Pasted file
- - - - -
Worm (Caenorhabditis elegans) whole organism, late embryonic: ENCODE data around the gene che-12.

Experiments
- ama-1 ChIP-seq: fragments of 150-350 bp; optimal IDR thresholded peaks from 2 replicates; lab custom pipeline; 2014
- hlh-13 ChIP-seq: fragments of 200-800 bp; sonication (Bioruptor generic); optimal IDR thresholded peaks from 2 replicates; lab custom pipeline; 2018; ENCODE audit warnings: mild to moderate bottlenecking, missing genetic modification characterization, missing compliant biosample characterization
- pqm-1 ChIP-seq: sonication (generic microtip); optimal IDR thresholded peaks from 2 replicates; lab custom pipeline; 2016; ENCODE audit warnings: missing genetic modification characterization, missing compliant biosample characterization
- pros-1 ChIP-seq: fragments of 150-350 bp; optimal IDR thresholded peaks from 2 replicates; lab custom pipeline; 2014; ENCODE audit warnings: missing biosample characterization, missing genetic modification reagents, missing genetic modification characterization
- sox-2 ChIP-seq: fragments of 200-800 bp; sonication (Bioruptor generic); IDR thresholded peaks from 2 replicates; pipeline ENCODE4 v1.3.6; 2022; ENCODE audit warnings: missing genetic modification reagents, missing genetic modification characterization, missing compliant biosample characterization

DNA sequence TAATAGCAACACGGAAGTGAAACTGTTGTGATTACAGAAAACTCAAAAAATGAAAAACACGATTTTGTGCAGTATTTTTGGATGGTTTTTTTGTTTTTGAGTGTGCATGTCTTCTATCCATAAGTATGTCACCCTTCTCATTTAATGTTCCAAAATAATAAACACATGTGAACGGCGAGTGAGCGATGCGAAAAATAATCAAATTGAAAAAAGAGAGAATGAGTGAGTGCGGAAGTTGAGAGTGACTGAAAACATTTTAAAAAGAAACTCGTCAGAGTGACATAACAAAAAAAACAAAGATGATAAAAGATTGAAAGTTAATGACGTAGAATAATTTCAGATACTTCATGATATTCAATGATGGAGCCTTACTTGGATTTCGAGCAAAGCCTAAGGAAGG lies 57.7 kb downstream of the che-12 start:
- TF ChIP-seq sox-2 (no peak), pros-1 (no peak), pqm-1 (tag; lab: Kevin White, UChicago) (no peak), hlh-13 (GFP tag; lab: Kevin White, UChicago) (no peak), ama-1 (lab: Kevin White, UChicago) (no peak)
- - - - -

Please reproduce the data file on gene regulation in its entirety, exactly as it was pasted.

Worm (Caenorhabditis elegans) whole organism, late embryonic: ENCODE data around the gene che-12.

Experiments
- ama-1 ChIP-seq: fragments of 150-350 bp; optimal IDR thresholded peaks from 2 replicates; lab custom pipeline; 2014
- hlh-13 ChIP-seq: fragments of 200-800 bp; sonication (Bioruptor generic); optimal IDR thresholded peaks from 2 replicates; lab custom pipeline; 2018; ENCODE audit warnings: mild to moderate bottlenecking, missing genetic modification characterization, missing compliant biosample characterization
- pqm-1 ChIP-seq: sonication (generic microtip); optimal IDR thresholded peaks from 2 replicates; lab custom pipeline; 2016; ENCODE audit warnings: missing genetic modification characterization, missing compliant biosample characterization
- pros-1 ChIP-seq: fragments of 150-350 bp; optimal IDR thresholded peaks from 2 replicates; lab custom pipeline; 2014; ENCODE audit warnings: missing biosample characterization, missing genetic modification reagents, missing genetic modification characterization
- sox-2 ChIP-seq: fragments of 200-800 bp; sonication (Bioruptor generic); IDR thresholded peaks from 2 replicates; pipeline ENCODE4 v1.3.6; 2022; ENCODE audit warnings: missing genetic modification reagents, missing genetic modification characterization, missing compliant biosample characterization

DNA sequence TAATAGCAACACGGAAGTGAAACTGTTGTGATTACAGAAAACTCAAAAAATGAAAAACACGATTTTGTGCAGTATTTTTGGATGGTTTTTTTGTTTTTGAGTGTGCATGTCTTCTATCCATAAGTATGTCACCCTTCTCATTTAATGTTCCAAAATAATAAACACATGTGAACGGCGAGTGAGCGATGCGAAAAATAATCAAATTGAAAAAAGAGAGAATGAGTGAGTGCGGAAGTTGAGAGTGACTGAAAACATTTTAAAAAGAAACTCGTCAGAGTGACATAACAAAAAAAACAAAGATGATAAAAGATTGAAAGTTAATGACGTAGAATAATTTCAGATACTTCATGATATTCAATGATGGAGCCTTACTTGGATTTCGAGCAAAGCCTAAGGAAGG lies 57.7 kb downstream of the che-12 start:
- TF ChIP-seq sox-2 (no peak), pros-1 (no peak), pqm-1 (tag; lab: Kevin White, UChicago) (no peak), hlh-13 (GFP tag; lab: Kevin White, UChicago) (no peak), ama-1 (lab: Kevin White, UChicago) (no peak)